Updated Wed, Jun 18, 2014 10:11 am
A decision by the Athens County Commissioners on whether to support a complaint regarding two injection wells near Torch won’t be made until the commissioners have an opportunity to tour the wells, Commission President Lenny Eliason said Tuesday.
The well owners have extended an invitation for all three commissioners to tour the sites, but did not want members of the media and Athens County Fracking Action Network there, according to Eliason. Because of Ohio’s open meetings law, the commissioners will have to take the tours separately, he said.
Eliason said he has scheduled a tour for Thursday.
Commissioner Charlie Adkins said he will decide whether to ask for a tour once Eliason fills him in after his visit Thursday.
“If there is something I think I can gain from it, I will (ask for a tour),” Adkins said.
Commissioner Chris Chmiel said Tuesday he hasn’t called to arrange a tour, but probably will.
Last week, members of Athens County Fracking Action Network asked the commissioners to lend their support to a complaint filed June 4 with the U.S. Environmental Protection Agency by ACFAN and Appalachia Resist.
The complaint reiterates concerns raised earlier about an injection well K&H Partners has been operating in Troy Twp., but also raises concern about the cement casing on a newly drilled injection well and a spill that occurred during drilling of that well.
Ohio Department of Natural Resources spokesman Mark Bruce told The Messenger last week that K&H Partners was fined $50,000 for the brine spill. The spill occurred, according to the Ohio Environmental Protection Agency, when a pocket of pressurized brine was hit during drilling. Cleanup of the spill was overseen by the Ohio EPA and ODNR, officials said. Bruce also said there is not a problem with the cementing, and that ODNR inspectors were there when it was done.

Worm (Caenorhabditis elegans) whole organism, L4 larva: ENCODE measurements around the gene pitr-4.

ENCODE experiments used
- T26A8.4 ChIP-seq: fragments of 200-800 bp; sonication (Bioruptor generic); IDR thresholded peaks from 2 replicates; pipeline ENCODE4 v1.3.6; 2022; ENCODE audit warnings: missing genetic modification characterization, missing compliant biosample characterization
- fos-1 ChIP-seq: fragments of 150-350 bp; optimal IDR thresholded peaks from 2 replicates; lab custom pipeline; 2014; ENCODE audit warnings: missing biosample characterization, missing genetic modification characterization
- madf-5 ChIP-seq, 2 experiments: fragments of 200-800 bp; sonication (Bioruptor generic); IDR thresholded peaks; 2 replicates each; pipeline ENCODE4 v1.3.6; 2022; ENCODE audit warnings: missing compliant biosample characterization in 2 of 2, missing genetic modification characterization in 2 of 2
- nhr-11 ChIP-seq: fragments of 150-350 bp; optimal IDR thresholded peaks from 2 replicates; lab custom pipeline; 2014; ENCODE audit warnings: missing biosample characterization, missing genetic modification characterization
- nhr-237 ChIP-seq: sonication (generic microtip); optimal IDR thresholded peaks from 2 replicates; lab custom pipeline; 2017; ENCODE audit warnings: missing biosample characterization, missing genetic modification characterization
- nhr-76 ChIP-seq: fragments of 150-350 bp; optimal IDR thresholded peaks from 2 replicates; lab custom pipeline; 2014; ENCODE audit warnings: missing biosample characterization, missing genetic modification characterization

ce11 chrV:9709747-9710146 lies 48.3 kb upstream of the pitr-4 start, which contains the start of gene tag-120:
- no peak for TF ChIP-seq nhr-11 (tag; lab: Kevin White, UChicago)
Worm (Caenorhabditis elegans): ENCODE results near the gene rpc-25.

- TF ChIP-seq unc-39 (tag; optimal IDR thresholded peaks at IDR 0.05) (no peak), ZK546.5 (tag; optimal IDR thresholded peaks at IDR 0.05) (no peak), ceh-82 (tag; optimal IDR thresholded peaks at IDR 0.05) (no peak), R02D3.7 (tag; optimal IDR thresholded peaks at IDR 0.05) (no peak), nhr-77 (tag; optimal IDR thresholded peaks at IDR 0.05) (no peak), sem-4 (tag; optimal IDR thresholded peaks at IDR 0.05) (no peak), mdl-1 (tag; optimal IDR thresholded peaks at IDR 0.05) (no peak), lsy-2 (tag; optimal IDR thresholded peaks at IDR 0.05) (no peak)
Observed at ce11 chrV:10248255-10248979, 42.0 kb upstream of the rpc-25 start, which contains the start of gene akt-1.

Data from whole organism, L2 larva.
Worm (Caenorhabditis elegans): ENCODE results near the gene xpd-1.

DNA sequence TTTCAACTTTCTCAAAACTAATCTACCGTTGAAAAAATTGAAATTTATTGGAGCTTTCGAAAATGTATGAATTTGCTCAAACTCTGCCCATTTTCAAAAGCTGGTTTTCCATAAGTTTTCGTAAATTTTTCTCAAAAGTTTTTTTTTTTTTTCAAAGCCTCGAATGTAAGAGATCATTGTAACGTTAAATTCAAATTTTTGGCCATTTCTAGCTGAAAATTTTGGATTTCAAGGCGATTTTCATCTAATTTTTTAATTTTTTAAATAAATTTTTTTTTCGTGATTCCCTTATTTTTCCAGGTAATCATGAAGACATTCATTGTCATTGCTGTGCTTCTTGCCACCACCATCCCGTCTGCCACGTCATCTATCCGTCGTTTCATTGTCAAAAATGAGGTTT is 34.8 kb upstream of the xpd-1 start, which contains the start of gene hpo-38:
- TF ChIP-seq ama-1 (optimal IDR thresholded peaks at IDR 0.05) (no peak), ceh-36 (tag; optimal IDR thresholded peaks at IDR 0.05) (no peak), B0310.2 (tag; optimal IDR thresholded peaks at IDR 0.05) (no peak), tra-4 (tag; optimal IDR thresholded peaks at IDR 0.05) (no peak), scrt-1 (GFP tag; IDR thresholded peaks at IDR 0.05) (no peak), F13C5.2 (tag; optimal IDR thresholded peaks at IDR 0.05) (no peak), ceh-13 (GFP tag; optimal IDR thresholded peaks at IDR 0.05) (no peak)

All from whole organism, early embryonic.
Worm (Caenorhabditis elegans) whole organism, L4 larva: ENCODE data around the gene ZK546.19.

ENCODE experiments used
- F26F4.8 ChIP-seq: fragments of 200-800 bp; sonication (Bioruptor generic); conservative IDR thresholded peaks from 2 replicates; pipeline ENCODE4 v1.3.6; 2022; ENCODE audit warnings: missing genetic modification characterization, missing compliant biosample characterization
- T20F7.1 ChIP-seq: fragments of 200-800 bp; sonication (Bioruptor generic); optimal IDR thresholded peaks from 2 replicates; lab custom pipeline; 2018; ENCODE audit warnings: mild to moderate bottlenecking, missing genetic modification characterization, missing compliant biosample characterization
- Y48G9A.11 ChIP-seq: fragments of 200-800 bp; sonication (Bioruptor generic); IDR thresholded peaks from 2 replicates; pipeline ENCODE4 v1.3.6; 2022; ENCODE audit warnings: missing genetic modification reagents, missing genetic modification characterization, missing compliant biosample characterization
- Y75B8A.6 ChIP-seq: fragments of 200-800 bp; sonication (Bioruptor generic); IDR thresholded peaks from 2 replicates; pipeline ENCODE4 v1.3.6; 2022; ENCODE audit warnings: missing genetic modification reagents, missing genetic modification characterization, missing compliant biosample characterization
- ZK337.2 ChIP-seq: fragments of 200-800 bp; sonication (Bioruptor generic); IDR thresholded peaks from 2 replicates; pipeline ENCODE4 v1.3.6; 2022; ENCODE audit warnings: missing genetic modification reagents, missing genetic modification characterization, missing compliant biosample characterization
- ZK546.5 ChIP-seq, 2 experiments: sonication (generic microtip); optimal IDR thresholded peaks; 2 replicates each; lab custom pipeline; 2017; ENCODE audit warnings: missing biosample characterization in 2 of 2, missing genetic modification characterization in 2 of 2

The complaint asserts that there has been a “fundamental breakdown in Ohio’s regulatory process” regarding injection wells and asks the U.S. EPA to exercise its oversight authority to correct problems in the management of the injection well program. The complaint also asks that the U.S. EPA “bring appropriate enforcement action” in federal court against the well operator, and asks that the Ohio Department of Natural Resources be required to adopt a standard operating procedure to deal with emergency and remedial situations.
Last week when ACFAN members met with the commissioners to ask their support, Chmiel suggested that the commissioners take a field trip to the site of the wells. That was done this Tuesday, although there wasn’t much to see since they didn’t want to go on private property without permission.
Eliason said the commissioners could make a decision on the ACFAN request next week, depending on when and if the other two commissioners schedule tours of the wells.